This is a short stretch with a lot of commuting and tourist traffic. Story. AP

The study found that at least 134 collisions between vehicles and deer or elk occurred in 2007 on the 26-mile stretch from Ketchum south to the intersection of state Highway 75 and U.S. Highway 20.

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Ralph Maughan

Dr. Ralph Maughan is professor emeritus of political science at Idaho State University with specialties in natural resource politics, public opinion, interest groups, political parties, voting and elections. Aside from academic publications, he is author or co-author of three hiking/backpacking guides, and he is President of the Western Watersheds Project.

12 Responses to Study looks at central Idaho wildlife-vehicle collisions

  1. avatar Alan Gregory says:

    My first full-time newspaper job was in Gooding (mid 70s). I remember well the roadkill carnage on area roads, including hawks and magpies between Wendell and Gooding.

  2. avatar Catbestland says:

    An enormous number of deer and elk are killed each year on our roads. It is total carnage on Colorado 550 S out of Montrose through the San Juans in winter. It seems that the amount of dead animals would more than feed a substantial wolf population if the carcassas were removed to the high country. (That is if we had wolves.)

    Why don’t you hear outfitters complaining about the numbers of deer and elk lost in traffic collisions? It is probably more than are lost to wolves. If not, it is still a substantial number.

  3. In Central Idaho, the roadkill feeds several wolf packs during the winter, a fact none of the documents (as far as I can see) mention.

  4. avatar TPageCO says:

    Living on the stretch mentioned in the article as the worst spot for more than a year, I never saw any carrion feeders other than the numerous vultures and an occasional golden eagle. Wolves would have to be pretty bold to wander down to the Wood River Valley bottom to feed there – assuming there are any wolves south of Ketchum on a semi-regular basis that is. There’s not much of a problem in the summertime. Honestly though, I saw much more carnage on I-70 in Colorado as the game density is so much higher there, and I can’t imagine how bad it must have been this past winter…

    I would also say that there were many complaints annually regarding elk/deer kill on I-70. Eagle County deer herds were reduced (permanently) 40% in the 70’s when the Interstate was built. There are still areas void of deer in the high country due to blocked migration routes that have never been mitigated. Local outfitters and hunters have made their voices heard on this issue – it’s part of the reason Vail Pass has been subject to overpass/underpass studies.

  5. avatar Catbestland says:

    I read an article not too long ago that they are going to build a large overpass on Vail Pass this year.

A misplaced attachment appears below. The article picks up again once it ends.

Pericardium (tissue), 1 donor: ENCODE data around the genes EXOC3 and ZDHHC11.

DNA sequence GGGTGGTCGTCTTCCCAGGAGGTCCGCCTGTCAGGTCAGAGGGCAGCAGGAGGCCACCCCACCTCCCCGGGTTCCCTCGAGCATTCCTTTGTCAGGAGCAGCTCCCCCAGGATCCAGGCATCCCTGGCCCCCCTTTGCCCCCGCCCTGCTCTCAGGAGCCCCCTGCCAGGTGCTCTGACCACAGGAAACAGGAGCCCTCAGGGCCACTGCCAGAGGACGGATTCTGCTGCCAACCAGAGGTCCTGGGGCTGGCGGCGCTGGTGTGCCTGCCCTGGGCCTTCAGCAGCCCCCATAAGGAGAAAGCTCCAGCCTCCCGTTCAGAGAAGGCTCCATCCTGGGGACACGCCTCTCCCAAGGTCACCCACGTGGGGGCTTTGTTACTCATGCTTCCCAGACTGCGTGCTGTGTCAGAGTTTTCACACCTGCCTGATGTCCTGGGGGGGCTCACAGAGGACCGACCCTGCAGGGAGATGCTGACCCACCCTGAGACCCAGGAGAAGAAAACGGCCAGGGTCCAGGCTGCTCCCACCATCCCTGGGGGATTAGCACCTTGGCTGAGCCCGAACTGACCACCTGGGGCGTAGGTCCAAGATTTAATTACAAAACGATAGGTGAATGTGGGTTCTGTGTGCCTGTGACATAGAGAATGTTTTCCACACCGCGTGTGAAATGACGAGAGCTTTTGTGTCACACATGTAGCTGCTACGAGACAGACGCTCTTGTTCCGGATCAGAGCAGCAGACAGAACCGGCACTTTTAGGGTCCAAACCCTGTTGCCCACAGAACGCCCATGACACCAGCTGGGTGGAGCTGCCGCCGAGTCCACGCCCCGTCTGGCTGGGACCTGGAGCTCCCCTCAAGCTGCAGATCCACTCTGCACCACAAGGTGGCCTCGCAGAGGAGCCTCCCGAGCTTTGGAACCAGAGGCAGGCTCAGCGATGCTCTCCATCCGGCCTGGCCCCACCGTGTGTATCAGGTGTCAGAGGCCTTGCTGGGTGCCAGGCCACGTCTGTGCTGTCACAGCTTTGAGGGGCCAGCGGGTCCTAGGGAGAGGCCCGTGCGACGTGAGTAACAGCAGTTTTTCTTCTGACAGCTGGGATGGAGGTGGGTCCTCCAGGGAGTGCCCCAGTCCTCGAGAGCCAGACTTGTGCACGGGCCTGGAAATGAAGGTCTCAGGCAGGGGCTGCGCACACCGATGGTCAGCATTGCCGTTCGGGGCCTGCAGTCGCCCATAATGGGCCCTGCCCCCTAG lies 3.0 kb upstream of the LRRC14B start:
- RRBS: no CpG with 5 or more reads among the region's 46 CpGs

6. avatar jjordan says:

    They have been doing it in Arizona for the last few years with mixed results.

  7. avatar john weis says:

    The last report I saw from utah state suggested 10,000 deer and elk crashes in utah per year, with a 90% mortality. Compared to a few hundred per year that two to three packs of wolves in the unitas and book cliff areas might feast upon. “Save a deer, ride a bike” is not a slogan SFW are quick to adopt.

  8. avatar Mike Post says:

    Colorado lowered their number of such crashes by instituting a 10 mph lower speed limit for night time driving in impacted areas. It did not solve the problem but there was a significant reduction in collisions (10-15%).

  9. TPageCO,

    Highway 75 does become a source of carrion for wolves and many other animals from North Fork northward, as I’m sure you’re aware. I just wanted to point that out for folks who don’t know the area.

    The Phantom Hill Pack gets quite a bit of its nourishment this way.

  10. avatar Mack P. Bray says:

    SFW? My ears perked up…

    john weis, you made me laugh with “Save a deer, ride a bike.”

    You’re right, “Save an elk, ride a bike” is not a slogan Some Sportsmen for Some Fish and All The Big Game and Predators We Can Legally Kill would adopt anytime soon.

    Mack P. Bray
    Wildlife Watchers
    wildlifewatchers@bresnan.net
    My opinions are my own

  11. avatar Catbestland says:

    Why aren’t SFW and FNYEH complaining about the number of elk and deer killed on the highways or contributing to the construction of over/undepasses? Perhaps then there would be enough game to satisify outfitter demands and feed the wolves as well.

  12. avatar john weis says:

    Catbestland,
    Well one reason is they are spending their money trying to fund politicians. Don Peay founder of SFW, recently spent $70,000 for two hours of face time with Bush when he was in Park City last week. Where did that $70,000 come from, I wonder?

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